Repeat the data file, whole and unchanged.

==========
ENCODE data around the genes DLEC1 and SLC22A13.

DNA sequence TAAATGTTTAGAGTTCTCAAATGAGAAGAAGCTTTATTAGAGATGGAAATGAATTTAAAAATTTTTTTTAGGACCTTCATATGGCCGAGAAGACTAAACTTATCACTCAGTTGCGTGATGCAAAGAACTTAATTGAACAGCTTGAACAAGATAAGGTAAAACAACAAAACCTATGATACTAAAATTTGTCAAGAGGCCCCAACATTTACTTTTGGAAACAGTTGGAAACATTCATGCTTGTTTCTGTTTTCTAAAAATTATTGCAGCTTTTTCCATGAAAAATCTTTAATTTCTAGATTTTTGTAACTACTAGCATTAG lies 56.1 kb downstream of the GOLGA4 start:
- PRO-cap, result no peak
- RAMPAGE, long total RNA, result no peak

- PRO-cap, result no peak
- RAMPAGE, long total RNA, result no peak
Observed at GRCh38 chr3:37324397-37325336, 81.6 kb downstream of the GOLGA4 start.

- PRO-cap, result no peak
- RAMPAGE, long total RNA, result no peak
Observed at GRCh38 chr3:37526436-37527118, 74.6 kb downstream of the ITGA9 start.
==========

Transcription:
ENCODE data around the genes DLEC1 and SLC22A13.

DNA sequence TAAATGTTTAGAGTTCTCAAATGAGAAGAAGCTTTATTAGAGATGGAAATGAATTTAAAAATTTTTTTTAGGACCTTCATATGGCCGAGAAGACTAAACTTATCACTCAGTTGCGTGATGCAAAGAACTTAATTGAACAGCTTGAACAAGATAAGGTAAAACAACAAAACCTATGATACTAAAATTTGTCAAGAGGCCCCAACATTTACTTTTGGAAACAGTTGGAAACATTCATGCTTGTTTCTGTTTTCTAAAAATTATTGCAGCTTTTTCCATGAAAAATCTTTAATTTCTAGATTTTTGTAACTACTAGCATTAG lies 56.1 kb downstream of the GOLGA4 start:
- PRO-cap, result no peak
- RAMPAGE, long total RNA, result no peak

- PRO-cap, result no peak
- RAMPAGE, long total RNA, result no peak
Observed at GRCh38 chr3:37324397-37325336, 81.6 kb downstream of the GOLGA4 start.

- PRO-cap, result no peak
- RAMPAGE, long total RNA, result no peak
Observed at GRCh38 chr3:37526436-37527118, 74.6 kb downstream of the ITGA9 start.